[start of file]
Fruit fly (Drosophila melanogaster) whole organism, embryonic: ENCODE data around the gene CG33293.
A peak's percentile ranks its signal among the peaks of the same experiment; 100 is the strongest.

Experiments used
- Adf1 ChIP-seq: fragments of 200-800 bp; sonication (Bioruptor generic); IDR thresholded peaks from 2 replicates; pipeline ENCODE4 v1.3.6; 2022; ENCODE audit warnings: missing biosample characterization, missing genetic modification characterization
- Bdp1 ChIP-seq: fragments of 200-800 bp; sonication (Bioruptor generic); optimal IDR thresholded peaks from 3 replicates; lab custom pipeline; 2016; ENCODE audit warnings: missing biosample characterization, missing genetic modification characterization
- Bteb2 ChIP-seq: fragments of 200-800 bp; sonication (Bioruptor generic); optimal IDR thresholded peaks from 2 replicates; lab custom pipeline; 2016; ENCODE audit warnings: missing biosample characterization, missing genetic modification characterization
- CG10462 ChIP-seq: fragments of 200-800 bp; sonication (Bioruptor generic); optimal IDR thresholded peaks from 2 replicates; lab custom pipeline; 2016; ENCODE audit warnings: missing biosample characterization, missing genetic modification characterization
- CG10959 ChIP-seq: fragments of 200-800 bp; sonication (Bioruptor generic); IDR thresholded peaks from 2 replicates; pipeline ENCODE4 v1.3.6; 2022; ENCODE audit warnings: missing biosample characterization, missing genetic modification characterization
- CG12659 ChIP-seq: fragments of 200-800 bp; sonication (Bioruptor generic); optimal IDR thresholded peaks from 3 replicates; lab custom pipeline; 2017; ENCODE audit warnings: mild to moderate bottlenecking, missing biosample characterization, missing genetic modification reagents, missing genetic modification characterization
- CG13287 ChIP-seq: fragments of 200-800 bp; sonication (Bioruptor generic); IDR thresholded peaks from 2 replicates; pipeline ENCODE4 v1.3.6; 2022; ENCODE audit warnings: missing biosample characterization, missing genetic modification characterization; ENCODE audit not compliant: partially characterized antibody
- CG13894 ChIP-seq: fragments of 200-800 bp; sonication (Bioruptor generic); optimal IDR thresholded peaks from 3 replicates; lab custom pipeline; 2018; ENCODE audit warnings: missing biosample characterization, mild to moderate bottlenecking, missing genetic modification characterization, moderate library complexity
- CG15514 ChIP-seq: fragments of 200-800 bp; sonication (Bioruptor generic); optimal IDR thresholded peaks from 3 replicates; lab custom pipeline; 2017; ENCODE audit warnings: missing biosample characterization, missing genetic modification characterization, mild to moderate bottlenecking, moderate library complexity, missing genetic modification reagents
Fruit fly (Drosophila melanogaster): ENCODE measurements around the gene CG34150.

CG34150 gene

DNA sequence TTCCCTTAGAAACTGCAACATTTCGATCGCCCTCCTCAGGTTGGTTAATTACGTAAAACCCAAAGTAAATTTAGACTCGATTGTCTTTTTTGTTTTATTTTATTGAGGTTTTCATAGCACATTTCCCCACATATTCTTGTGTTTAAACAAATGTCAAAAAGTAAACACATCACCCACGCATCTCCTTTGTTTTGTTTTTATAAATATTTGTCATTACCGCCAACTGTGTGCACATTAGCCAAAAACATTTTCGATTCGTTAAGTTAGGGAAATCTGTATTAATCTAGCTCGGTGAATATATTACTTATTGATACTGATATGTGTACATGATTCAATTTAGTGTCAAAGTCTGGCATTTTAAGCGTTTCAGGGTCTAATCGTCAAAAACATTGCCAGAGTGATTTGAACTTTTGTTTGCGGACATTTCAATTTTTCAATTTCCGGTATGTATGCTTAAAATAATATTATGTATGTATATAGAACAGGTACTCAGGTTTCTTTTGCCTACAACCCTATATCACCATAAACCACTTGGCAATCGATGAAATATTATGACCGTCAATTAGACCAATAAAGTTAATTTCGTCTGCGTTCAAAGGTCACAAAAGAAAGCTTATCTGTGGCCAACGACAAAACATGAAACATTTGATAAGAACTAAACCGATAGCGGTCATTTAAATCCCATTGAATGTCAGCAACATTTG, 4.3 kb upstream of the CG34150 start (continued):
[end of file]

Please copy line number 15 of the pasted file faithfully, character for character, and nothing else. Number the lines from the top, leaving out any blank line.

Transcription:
DNA sequence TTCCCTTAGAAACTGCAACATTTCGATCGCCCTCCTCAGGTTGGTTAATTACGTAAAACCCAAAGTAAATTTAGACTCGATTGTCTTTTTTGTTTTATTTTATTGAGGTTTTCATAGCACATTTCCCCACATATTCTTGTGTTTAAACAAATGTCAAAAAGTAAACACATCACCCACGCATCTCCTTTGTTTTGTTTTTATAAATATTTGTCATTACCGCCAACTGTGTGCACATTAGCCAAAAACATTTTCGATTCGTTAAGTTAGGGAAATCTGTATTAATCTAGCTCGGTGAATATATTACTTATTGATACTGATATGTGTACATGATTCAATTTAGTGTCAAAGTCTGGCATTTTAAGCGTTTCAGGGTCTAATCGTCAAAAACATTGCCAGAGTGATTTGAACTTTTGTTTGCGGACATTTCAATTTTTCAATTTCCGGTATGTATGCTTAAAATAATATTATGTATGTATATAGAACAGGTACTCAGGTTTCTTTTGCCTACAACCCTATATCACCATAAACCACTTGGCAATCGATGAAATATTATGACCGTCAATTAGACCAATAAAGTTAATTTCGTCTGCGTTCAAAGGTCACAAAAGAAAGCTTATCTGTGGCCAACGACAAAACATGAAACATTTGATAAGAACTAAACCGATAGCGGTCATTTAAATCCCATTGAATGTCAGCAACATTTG, 4.3 kb upstream of the CG34150 start (continued):